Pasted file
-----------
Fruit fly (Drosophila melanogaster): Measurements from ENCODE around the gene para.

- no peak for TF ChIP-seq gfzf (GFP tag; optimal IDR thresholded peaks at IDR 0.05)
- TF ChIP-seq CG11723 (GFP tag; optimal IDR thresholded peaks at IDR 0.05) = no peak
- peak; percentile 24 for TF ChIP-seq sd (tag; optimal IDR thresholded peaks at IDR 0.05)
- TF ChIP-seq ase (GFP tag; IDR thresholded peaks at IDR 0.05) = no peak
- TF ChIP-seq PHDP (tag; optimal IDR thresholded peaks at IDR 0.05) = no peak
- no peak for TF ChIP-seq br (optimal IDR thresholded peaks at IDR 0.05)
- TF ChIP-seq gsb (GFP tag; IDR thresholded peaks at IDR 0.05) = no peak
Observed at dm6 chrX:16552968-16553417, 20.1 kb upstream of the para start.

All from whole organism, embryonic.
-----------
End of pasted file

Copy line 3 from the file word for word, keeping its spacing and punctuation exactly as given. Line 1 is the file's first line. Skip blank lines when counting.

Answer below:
- TF ChIP-seq CG11723 (GFP tag; optimal IDR thresholded peaks at IDR 0.05) = no peak